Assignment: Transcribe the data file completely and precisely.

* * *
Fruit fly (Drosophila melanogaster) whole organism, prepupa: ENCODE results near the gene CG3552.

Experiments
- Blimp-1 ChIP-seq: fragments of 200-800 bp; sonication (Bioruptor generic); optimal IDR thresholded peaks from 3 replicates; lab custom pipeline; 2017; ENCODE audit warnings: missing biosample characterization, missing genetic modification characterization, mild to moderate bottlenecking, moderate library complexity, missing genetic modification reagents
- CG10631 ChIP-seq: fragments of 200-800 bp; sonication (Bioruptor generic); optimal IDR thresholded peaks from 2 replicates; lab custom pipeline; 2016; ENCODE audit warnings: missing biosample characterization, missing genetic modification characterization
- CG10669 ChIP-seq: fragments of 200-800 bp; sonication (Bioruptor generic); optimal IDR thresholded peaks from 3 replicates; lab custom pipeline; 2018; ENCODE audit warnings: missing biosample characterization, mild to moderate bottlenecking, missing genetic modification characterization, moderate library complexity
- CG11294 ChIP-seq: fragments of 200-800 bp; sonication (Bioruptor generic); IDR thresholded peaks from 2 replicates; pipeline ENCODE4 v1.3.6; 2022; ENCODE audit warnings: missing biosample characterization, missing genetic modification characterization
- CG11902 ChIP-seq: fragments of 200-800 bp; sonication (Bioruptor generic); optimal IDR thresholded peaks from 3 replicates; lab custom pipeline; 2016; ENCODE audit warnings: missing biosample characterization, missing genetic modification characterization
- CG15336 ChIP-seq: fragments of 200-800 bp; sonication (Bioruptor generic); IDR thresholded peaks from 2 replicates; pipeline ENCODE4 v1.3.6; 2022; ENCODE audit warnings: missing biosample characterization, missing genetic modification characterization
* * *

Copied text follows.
Fruit fly (Drosophila melanogaster) whole organism, prepupa: ENCODE results near the gene CG3552.

Experiments
- Blimp-1 ChIP-seq: fragments of 200-800 bp; sonication (Bioruptor generic); optimal IDR thresholded peaks from 3 replicates; lab custom pipeline; 2017; ENCODE audit warnings: missing biosample characterization, missing genetic modification characterization, mild to moderate bottlenecking, moderate library complexity, missing genetic modification reagents
- CG10631 ChIP-seq: fragments of 200-800 bp; sonication (Bioruptor generic); optimal IDR thresholded peaks from 2 replicates; lab custom pipeline; 2016; ENCODE audit warnings: missing biosample characterization, missing genetic modification characterization
- CG10669 ChIP-seq: fragments of 200-800 bp; sonication (Bioruptor generic); optimal IDR thresholded peaks from 3 replicates; lab custom pipeline; 2018; ENCODE audit warnings: missing biosample characterization, mild to moderate bottlenecking, missing genetic modification characterization, moderate library complexity
- CG11294 ChIP-seq: fragments of 200-800 bp; sonication (Bioruptor generic); IDR thresholded peaks from 2 replicates; pipeline ENCODE4 v1.3.6; 2022; ENCODE audit warnings: missing biosample characterization, missing genetic modification characterization
- CG11902 ChIP-seq: fragments of 200-800 bp; sonication (Bioruptor generic); optimal IDR thresholded peaks from 3 replicates; lab custom pipeline; 2016; ENCODE audit warnings: missing biosample characterization, missing genetic modification characterization
- CG15336 ChIP-seq: fragments of 200-800 bp; sonication (Bioruptor generic); IDR thresholded peaks from 2 replicates; pipeline ENCODE4 v1.3.6; 2022; ENCODE audit warnings: missing biosample characterization, missing genetic modification characterization